Peatland Water Repellency: Importance of Soil Water Content, Moss Species, and Burn Severity

Paul A. Moore, Maxwell Curtis Lukenbach, Nicholas Kettridge, Richard Michael Petrone, Kevin J. Devito, James Michael Waddington

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12 Citations (Scopus)
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Wildfire is the largest disturbance affecting peatlands, with northern peat reserves expected to become more vulnerable to wildfire as climate change enhances the length and severity of the fire season. Recent research suggests that high water table positions after wildfire are critical to limit atmospheric carbon losses and enable the re-establishment of keystone peatland mosses (i.e. Sphagnum). Post-fire recovery of the moss surface in Sphagnum-feathermoss peatlands, however, has been shown to be limited where moss type and burn severity interact to result in a water repellent surface. While in-situ measurements of moss water repellency in peatlands have been shown to be greater for feathermoss in both a burned and unburned state in comparison to Sphagnum moss, it is difficult to separate the effect of water content from species. Consequently, we carried out a laboratory based drying experiment where we compared the water repellency of two dominant peatland moss species, Sphagnum and feathermoss, for several burn severity classes including unburned samples. The results suggest that water repellency in moss is primarily controlled by water content, where a sharp threshold exists at gravimetric water contents (GWC) lower than ~1.4 g g-1. While GWC is shown to be a strong predictor of water repellency, the effect is enhanced by burning. Based on soil water retention curves, we suggest that it is highly unlikely that Sphagnum will exhibit hydrophobic conditions under field conditions. Moreover, the superior water retention characteristics of Sphagnum compared to feathermoss or burned samples appears to be independent of bulk density.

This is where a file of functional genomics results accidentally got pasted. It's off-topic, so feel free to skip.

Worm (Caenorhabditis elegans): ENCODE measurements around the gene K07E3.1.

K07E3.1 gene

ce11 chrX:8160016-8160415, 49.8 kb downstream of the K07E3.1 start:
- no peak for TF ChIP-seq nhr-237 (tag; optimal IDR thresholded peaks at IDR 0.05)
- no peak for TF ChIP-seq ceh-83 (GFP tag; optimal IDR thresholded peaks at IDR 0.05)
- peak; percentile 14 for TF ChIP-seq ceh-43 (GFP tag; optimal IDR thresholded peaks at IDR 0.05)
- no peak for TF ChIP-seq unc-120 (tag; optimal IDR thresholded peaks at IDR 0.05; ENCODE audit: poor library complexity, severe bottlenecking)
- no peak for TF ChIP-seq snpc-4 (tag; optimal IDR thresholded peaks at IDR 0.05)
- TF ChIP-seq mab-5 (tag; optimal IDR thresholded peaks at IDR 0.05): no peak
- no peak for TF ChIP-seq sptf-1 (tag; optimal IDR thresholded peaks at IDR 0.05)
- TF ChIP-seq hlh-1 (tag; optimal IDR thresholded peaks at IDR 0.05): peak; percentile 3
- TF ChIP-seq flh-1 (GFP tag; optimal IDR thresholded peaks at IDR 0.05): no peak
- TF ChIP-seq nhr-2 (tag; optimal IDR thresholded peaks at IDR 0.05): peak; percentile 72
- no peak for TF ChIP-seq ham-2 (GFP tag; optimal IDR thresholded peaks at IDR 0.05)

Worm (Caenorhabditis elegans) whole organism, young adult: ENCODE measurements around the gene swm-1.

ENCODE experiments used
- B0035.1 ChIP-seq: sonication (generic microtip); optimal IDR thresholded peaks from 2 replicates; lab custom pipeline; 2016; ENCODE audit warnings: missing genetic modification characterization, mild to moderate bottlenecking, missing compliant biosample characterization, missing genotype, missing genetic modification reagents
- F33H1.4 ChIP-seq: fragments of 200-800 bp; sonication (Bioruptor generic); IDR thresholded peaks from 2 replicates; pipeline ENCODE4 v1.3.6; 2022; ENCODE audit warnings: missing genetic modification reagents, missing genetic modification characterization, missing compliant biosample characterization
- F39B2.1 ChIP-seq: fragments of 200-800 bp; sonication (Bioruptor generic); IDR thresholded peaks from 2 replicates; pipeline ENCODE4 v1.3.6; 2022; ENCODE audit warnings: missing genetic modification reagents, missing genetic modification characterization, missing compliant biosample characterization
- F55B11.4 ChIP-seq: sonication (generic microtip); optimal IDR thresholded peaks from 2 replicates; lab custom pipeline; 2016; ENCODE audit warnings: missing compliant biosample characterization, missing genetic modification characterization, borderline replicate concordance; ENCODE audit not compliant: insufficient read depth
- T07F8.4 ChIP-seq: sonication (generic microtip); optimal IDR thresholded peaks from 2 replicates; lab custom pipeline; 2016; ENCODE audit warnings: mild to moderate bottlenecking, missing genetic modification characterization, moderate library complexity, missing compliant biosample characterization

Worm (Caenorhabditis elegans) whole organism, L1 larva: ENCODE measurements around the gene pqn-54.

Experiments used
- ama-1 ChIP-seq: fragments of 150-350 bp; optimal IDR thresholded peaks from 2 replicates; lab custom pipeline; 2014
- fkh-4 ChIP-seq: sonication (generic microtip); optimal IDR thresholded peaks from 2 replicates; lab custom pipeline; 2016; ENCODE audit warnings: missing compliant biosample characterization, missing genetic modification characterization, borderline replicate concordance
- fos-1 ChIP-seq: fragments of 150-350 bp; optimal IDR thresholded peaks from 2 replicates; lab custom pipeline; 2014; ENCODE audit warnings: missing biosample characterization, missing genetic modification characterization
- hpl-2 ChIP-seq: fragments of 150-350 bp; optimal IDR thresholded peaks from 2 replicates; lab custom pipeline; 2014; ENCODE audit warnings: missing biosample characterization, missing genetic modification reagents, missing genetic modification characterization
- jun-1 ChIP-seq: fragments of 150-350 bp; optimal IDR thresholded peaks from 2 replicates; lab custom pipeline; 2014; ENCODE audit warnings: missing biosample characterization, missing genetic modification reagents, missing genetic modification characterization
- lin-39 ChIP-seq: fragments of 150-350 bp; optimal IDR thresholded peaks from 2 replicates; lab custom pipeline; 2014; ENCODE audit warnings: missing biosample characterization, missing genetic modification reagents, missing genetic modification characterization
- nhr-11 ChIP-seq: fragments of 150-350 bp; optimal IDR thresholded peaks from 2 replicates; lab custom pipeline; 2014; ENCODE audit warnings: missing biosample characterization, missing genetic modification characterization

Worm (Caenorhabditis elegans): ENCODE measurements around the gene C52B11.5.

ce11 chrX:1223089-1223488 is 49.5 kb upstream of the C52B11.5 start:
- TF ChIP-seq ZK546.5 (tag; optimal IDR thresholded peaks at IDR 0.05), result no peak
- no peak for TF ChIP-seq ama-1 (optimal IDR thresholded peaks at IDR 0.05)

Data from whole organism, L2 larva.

Original languageEnglish
Pages (from-to)656-665
JournalJournal of Hydrology
Early online date20 Sept 2017
Publication statusPublished - 1 Nov 2017


  • Water repellency
  • Moss
  • Sphagnum
  • Feathermoss
  • Wildfire
  • Peatland


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